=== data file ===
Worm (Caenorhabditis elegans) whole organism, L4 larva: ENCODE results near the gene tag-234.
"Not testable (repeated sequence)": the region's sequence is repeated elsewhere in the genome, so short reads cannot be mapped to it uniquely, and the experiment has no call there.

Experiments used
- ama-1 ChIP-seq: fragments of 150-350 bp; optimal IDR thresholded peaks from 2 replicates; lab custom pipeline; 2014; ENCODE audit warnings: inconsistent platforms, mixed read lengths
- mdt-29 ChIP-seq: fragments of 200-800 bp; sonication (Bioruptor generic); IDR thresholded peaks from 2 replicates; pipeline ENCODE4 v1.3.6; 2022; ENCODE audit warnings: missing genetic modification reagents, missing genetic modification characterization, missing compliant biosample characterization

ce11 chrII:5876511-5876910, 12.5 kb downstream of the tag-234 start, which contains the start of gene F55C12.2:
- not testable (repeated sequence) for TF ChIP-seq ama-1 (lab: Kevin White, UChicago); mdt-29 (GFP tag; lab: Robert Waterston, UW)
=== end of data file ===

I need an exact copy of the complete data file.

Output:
Worm (Caenorhabditis elegans) whole organism, L4 larva: ENCODE results near the gene tag-234.
"Not testable (repeated sequence)": the region's sequence is repeated elsewhere in the genome, so short reads cannot be mapped to it uniquely, and the experiment has no call there.

Experiments used
- ama-1 ChIP-seq: fragments of 150-350 bp; optimal IDR thresholded peaks from 2 replicates; lab custom pipeline; 2014; ENCODE audit warnings: inconsistent platforms, mixed read lengths
- mdt-29 ChIP-seq: fragments of 200-800 bp; sonication (Bioruptor generic); IDR thresholded peaks from 2 replicates; pipeline ENCODE4 v1.3.6; 2022; ENCODE audit warnings: missing genetic modification reagents, missing genetic modification characterization, missing compliant biosample characterization

ce11 chrII:5876511-5876910, 12.5 kb downstream of the tag-234 start, which contains the start of gene F55C12.2:
- not testable (repeated sequence) for TF ChIP-seq ama-1 (lab: Kevin White, UChicago); mdt-29 (GFP tag; lab: Robert Waterston, UW)